Defence Minister A.K. Antony Monday informed the Lok Sabha that the Indian Army has adequate arms and equipment, including artillery gun systems and that the government was giving priority to equipping the artillery units with modern weapon systems.
Antony's statement, in a written reply to questions from MPS, comes in the backdrop of the army having failed to procure even a single new artillery system since it procured the 410 Bofors 155mm guns in 1987 and the subsequent 1,000-gun order from the then Swedish firm AB Bofors was also stalled due to allegations of kick-backs in the deal that hit the then Rajiv Gandhi government.
"Arms and equipment including gun systems in the Indian artillery are available in adequate quantity. Modernisation of artillery, which entails replacement of the equipment of older technology, is an on-going process and is being given priority to ensure that the artillery remains equipped with modern weapons systems," he said.
Antony also noted that there was "no significant problems" in the existing gun systems. "However, the shortages of certain types/components of ammunition as and when reported, have been addressed adequately," he added.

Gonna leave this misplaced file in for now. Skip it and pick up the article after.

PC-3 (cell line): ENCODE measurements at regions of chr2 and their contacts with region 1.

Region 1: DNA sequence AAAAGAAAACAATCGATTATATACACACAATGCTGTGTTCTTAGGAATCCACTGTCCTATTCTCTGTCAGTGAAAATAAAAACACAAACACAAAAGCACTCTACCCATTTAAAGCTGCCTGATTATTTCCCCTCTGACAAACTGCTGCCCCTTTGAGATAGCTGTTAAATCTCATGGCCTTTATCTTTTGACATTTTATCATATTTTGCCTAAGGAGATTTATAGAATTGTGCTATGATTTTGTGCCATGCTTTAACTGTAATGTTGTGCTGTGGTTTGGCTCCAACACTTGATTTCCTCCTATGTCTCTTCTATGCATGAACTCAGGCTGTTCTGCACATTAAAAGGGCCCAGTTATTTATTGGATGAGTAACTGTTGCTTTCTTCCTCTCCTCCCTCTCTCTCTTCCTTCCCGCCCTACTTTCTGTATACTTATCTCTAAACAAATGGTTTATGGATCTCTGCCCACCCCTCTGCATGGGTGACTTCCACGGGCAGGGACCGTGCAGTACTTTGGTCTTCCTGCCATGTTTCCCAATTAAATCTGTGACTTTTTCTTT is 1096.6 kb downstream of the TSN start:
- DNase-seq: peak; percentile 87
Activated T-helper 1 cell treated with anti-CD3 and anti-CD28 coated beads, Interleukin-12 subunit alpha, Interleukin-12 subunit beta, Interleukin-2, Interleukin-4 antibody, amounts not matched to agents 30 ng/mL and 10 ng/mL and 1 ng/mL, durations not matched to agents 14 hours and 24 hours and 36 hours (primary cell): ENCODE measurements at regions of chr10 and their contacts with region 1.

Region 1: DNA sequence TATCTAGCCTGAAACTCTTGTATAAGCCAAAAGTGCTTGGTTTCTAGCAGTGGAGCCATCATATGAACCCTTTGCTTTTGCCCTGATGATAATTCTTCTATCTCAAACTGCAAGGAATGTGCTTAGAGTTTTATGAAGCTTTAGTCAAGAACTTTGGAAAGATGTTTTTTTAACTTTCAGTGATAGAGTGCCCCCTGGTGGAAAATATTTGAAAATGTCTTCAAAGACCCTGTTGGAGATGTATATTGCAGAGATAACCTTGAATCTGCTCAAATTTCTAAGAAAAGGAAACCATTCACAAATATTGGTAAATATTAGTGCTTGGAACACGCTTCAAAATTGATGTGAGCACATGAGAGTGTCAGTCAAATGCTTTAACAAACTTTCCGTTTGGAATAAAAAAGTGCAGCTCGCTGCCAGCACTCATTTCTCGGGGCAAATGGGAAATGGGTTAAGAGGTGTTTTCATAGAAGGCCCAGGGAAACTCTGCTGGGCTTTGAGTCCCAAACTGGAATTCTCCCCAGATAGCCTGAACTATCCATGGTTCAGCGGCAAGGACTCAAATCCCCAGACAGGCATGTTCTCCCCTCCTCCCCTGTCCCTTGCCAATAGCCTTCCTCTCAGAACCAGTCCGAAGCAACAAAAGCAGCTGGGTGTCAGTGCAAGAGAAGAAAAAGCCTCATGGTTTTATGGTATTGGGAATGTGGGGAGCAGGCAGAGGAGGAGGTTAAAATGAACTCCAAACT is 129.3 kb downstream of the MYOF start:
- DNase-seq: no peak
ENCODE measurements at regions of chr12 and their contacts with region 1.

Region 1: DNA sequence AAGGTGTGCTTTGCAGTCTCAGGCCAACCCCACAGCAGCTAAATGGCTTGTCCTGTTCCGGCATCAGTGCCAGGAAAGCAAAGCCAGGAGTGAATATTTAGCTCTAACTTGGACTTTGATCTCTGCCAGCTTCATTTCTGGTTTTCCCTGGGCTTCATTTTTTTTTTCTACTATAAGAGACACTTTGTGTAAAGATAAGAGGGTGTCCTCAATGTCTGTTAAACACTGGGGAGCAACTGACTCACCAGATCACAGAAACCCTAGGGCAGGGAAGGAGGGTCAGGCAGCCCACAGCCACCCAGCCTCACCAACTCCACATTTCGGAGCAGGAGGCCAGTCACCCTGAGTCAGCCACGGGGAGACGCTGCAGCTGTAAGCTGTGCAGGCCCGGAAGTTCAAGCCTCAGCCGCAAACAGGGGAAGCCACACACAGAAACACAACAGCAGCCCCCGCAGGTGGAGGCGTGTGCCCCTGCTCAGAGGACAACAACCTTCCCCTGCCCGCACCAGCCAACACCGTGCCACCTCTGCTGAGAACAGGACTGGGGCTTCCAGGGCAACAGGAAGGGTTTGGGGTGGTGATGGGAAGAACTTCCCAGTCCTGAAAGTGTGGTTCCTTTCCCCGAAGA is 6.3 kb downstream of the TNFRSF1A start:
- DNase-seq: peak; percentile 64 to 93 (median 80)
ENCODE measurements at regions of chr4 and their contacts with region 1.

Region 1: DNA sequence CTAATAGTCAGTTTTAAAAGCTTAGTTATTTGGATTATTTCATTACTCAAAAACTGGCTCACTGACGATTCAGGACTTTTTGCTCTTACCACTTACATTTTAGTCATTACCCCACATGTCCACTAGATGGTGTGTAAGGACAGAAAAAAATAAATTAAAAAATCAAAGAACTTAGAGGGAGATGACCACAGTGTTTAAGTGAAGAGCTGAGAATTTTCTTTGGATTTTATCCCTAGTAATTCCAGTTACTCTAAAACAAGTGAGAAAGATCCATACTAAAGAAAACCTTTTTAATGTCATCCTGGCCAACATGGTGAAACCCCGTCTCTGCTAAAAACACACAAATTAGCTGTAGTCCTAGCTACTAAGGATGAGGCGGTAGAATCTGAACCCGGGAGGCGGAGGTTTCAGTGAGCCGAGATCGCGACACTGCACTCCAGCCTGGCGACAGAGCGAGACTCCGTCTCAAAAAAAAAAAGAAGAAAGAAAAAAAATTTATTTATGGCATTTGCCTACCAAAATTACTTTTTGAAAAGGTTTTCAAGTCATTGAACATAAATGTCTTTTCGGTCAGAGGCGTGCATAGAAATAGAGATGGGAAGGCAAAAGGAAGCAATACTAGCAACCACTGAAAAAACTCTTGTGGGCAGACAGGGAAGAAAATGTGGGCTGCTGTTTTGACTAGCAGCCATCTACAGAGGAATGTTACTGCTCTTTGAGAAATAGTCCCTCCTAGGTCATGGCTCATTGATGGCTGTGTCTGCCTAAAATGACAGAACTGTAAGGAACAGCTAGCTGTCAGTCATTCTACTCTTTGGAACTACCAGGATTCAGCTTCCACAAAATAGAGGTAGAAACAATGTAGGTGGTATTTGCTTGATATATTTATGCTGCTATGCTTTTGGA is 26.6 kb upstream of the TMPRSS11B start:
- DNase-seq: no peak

The defence minister said India had obtained the technologies for the Bofors guns transferred to the ordnance factories.
"Though further dealing with AB Bofors was suspended, the Ordnance Factory Board (OFB) has been manufacturing the major components of the gun, such as barrel, breach mechanism, muzzle break, loading trough, recoil system along with the elevating and traversing cylinders, and supplying to the army as spares," he said.
Noting that OFB has indigenised the ammunition required for the Bofors guns, Antony said it has been supplying them to the army on a regular basis.
Antony said the government had prepared a long-term action plan for upgrading and modernising the artillery, which is underway to cater to the requirements projects by the army.
"In terms of this plan, several major weapon systems are in the process of being procured," he said, refusing to divulge more details in national interest.
India is in the process of procuring four types of artillery guns. The Indian Army's artillery needs 1,580 155mm 53calibre towed guns, 180 155mm 52calibre wheeled and self-propelled guns, 145 155mm 39calibre ultralight howitzers and another 100 155mm 52calibre tracked guns.
Some of them are caught up in red tape due to complaints of procurement procedural lapses by rival defence firms, still others are in limbo due to black-listing of the foreign companies that want to sell these weapons system to India.